Potential Setbacks
By far the biggest potential problem with the cash diet is the safety of your money. When you have your credit or debit card stolen, in most cases, you aren’t responsible for the loss of any funds. Not so with cash. Once it’s gone, it’s gone - even if it’s taken from you rather than spent. The solution to that would be to carry as little as possible, only having on you what you need for the day.

The second drawback to the cash diet is emergency situations. What if you blow a tire and need a tow? You probably won’t have enough cash on you to pay for it. This is where having an emergency fund is beneficial.

Digital Envelope Savings

The Envelope Budget can easily apply to savings, both physically and digitally. What that means is, you are using both paper envelopes and your digital bank account to build savings. So, how do you organize something like that? Have a savings account for long-term savings and a cash envelope for smaller emergencies.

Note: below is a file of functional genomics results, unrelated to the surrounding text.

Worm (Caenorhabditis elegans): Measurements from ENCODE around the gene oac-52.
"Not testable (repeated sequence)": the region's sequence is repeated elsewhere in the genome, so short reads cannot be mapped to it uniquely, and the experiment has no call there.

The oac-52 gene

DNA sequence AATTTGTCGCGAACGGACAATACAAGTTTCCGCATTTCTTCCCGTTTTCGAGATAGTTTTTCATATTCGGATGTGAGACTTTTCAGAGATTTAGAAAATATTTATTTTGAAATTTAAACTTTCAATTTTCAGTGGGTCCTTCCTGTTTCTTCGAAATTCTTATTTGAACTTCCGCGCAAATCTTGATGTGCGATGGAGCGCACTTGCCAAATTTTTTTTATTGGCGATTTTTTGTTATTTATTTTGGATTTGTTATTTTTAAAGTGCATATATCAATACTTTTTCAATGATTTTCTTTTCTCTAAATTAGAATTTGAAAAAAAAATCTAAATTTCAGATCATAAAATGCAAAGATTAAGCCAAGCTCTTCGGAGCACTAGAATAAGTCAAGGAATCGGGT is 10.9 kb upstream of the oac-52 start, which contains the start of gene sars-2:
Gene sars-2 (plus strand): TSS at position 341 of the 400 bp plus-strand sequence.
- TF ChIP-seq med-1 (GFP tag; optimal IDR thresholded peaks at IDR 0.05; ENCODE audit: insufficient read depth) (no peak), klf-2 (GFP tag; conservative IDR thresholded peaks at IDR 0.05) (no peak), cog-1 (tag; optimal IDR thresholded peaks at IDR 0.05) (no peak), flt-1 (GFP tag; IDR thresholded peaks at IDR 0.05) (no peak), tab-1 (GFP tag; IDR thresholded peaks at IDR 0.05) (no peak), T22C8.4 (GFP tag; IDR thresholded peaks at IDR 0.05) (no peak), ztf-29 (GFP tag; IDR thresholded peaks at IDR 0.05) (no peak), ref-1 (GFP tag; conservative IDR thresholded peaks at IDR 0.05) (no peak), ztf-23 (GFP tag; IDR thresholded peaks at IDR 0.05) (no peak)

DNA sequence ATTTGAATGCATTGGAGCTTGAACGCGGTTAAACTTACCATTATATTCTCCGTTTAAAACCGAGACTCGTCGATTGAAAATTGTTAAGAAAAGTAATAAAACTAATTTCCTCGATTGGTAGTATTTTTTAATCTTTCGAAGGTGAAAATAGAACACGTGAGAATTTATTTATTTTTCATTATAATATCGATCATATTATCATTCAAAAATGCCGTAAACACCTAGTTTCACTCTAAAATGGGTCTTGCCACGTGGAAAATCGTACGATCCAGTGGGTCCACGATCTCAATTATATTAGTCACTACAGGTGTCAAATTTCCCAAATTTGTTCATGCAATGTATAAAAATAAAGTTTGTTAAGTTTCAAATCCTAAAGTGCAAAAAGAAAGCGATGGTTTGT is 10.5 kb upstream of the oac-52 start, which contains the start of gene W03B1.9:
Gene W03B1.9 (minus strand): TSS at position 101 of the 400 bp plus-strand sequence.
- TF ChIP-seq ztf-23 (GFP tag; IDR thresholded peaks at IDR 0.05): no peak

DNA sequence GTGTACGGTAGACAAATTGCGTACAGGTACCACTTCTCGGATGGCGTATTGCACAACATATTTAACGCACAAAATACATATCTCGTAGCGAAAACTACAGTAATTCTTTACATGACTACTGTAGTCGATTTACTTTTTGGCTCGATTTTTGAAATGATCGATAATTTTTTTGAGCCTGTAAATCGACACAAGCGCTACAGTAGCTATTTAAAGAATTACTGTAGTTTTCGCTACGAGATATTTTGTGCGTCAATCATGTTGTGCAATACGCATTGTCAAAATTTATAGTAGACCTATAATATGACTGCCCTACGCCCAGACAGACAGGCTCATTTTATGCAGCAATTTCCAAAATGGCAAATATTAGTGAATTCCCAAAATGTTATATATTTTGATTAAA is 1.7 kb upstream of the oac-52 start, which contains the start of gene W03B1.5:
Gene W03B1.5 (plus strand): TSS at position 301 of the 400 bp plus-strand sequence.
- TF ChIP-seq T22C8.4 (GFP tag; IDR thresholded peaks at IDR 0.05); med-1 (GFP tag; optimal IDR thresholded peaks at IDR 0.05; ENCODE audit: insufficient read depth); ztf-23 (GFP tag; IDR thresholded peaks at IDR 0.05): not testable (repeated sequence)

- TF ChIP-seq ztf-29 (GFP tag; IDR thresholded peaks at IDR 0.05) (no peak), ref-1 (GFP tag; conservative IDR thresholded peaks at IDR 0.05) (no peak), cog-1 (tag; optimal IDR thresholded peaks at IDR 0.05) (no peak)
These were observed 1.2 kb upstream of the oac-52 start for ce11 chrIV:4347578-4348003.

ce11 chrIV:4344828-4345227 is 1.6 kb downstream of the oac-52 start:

For example, included in your envelope budget is a savings envelope. Upon getting paid, you automatically put a small amount in that envelope. Any leftover cash from your spending envelopes also goes into your savings envelope. Then you use your digital savings account “envelopes” for more long-term savings goals, such as one account for vacation savings, one account for car maintenance savings, and one account for medical expense savings. When that tire blows and you need a tow, all you need to do is use your mobile to transfer money from your car maintenance savings into your chequing account.

As with any diet, it can take time to adjust to a Cash Diet. In fact, most experts suggest you stick to it for at least six months to really get into the habit of being more disciplined with your money. Once you have a better handle on your spending, you can slowly switch back to the convenience of debit cards, albeit with a new understanding and appreciation for each loonie. And, of course, until you can get your savings account built up, we’re here at 310-LOAN with an online payday loan to help you get through to your next paycheque! For more money management tips, check out our blog now.